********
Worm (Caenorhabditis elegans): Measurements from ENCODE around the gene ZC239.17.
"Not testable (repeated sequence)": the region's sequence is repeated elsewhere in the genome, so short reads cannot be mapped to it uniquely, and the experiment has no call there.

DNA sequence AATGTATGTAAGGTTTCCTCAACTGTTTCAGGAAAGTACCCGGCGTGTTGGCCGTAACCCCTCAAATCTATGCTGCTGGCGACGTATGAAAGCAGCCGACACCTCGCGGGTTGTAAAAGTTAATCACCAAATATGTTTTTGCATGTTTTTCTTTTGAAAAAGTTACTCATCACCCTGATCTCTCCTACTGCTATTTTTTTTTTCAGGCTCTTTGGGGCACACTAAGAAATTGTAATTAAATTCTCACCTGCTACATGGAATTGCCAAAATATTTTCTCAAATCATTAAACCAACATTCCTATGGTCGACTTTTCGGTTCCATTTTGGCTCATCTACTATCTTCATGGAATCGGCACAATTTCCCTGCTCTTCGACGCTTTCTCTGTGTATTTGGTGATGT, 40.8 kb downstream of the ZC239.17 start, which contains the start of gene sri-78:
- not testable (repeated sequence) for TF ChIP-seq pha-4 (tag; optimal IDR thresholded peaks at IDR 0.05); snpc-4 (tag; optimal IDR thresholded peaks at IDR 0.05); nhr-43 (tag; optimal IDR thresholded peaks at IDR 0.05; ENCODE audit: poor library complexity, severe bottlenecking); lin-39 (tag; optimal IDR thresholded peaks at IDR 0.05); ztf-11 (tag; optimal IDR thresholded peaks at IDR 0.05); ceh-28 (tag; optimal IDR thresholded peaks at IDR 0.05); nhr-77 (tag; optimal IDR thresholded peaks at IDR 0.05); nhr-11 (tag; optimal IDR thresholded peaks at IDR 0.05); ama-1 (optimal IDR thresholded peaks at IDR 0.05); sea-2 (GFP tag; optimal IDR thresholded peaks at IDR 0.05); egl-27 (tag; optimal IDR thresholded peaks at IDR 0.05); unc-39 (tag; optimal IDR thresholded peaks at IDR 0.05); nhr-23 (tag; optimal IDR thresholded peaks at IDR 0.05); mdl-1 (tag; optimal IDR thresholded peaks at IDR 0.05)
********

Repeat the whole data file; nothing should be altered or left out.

Worm (Caenorhabditis elegans): Measurements from ENCODE around the gene ZC239.17.
"Not testable (repeated sequence)": the region's sequence is repeated elsewhere in the genome, so short reads cannot be mapped to it uniquely, and the experiment has no call there.

DNA sequence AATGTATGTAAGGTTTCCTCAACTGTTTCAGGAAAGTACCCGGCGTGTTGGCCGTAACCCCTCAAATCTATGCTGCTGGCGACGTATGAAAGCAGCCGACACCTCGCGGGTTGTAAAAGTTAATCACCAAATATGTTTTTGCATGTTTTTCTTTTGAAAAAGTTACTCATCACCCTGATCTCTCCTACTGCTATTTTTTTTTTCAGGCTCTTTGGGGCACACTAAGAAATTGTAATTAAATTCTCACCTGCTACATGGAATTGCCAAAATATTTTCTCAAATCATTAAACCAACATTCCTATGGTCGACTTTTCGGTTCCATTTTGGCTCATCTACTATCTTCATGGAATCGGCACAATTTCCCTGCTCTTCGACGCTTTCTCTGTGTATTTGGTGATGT, 40.8 kb downstream of the ZC239.17 start, which contains the start of gene sri-78:
- not testable (repeated sequence) for TF ChIP-seq pha-4 (tag; optimal IDR thresholded peaks at IDR 0.05); snpc-4 (tag; optimal IDR thresholded peaks at IDR 0.05); nhr-43 (tag; optimal IDR thresholded peaks at IDR 0.05; ENCODE audit: poor library complexity, severe bottlenecking); lin-39 (tag; optimal IDR thresholded peaks at IDR 0.05); ztf-11 (tag; optimal IDR thresholded peaks at IDR 0.05); ceh-28 (tag; optimal IDR thresholded peaks at IDR 0.05); nhr-77 (tag; optimal IDR thresholded peaks at IDR 0.05); nhr-11 (tag; optimal IDR thresholded peaks at IDR 0.05); ama-1 (optimal IDR thresholded peaks at IDR 0.05); sea-2 (GFP tag; optimal IDR thresholded peaks at IDR 0.05); egl-27 (tag; optimal IDR thresholded peaks at IDR 0.05); unc-39 (tag; optimal IDR thresholded peaks at IDR 0.05); nhr-23 (tag; optimal IDR thresholded peaks at IDR 0.05); mdl-1 (tag; optimal IDR thresholded peaks at IDR 0.05)